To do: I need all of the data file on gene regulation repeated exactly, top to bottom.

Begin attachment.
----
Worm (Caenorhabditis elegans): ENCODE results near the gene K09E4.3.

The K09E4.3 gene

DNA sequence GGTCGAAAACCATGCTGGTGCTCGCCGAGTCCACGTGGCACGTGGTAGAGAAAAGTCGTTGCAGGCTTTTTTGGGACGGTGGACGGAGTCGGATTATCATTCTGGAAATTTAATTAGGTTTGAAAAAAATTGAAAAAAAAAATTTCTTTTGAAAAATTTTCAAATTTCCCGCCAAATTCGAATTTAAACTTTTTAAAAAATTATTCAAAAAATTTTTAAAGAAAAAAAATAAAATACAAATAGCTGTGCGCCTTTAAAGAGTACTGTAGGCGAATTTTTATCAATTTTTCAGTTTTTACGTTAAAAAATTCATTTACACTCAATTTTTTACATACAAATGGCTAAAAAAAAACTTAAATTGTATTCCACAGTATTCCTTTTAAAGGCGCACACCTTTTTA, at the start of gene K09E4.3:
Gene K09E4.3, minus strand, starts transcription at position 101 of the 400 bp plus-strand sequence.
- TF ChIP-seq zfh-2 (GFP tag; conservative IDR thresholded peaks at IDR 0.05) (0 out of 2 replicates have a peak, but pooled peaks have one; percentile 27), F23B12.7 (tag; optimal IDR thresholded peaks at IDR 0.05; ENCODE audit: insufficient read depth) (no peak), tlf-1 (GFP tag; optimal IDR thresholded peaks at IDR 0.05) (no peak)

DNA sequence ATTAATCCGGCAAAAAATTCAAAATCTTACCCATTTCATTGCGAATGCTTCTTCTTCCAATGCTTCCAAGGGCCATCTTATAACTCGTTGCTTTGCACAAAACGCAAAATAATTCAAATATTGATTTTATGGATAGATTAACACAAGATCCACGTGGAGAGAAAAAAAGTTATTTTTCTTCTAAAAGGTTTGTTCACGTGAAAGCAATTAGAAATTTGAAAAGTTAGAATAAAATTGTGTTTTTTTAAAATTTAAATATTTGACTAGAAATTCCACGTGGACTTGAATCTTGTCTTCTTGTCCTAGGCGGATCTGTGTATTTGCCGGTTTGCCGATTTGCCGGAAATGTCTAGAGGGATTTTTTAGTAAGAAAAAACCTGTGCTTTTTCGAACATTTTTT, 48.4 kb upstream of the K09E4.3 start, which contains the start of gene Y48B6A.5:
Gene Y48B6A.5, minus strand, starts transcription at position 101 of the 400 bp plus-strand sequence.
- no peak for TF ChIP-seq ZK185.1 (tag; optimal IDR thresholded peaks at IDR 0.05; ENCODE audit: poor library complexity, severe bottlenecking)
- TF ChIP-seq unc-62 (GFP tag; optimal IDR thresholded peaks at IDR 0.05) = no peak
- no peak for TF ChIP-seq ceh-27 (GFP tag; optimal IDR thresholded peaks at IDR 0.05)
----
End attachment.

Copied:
Worm (Caenorhabditis elegans): ENCODE results near the gene K09E4.3.

The K09E4.3 gene

DNA sequence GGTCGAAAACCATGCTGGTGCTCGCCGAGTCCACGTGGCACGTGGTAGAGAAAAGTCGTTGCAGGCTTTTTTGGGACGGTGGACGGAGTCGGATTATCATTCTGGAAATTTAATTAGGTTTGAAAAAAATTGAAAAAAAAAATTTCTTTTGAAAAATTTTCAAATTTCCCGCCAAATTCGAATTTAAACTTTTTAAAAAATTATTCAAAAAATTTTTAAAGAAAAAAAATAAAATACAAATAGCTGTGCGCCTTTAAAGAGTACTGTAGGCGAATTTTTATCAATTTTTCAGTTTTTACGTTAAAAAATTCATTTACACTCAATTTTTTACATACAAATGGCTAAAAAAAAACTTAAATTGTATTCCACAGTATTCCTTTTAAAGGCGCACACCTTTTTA, at the start of gene K09E4.3:
Gene K09E4.3, minus strand, starts transcription at position 101 of the 400 bp plus-strand sequence.
- TF ChIP-seq zfh-2 (GFP tag; conservative IDR thresholded peaks at IDR 0.05) (0 out of 2 replicates have a peak, but pooled peaks have one; percentile 27), F23B12.7 (tag; optimal IDR thresholded peaks at IDR 0.05; ENCODE audit: insufficient read depth) (no peak), tlf-1 (GFP tag; optimal IDR thresholded peaks at IDR 0.05) (no peak)

DNA sequence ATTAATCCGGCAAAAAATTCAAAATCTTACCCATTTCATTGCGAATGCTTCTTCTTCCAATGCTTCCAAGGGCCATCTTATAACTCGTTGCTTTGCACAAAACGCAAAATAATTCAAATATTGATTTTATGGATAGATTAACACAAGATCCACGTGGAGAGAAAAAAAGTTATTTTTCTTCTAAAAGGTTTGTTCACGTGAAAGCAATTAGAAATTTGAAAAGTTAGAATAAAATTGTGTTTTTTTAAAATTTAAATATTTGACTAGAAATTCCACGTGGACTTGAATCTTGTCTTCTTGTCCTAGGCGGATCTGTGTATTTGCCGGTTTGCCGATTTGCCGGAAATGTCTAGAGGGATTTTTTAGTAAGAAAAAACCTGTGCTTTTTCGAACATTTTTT, 48.4 kb upstream of the K09E4.3 start, which contains the start of gene Y48B6A.5:
Gene Y48B6A.5, minus strand, starts transcription at position 101 of the 400 bp plus-strand sequence.
- no peak for TF ChIP-seq ZK185.1 (tag; optimal IDR thresholded peaks at IDR 0.05; ENCODE audit: poor library complexity, severe bottlenecking)
- TF ChIP-seq unc-62 (GFP tag; optimal IDR thresholded peaks at IDR 0.05) = no peak
- no peak for TF ChIP-seq ceh-27 (GFP tag; optimal IDR thresholded peaks at IDR 0.05)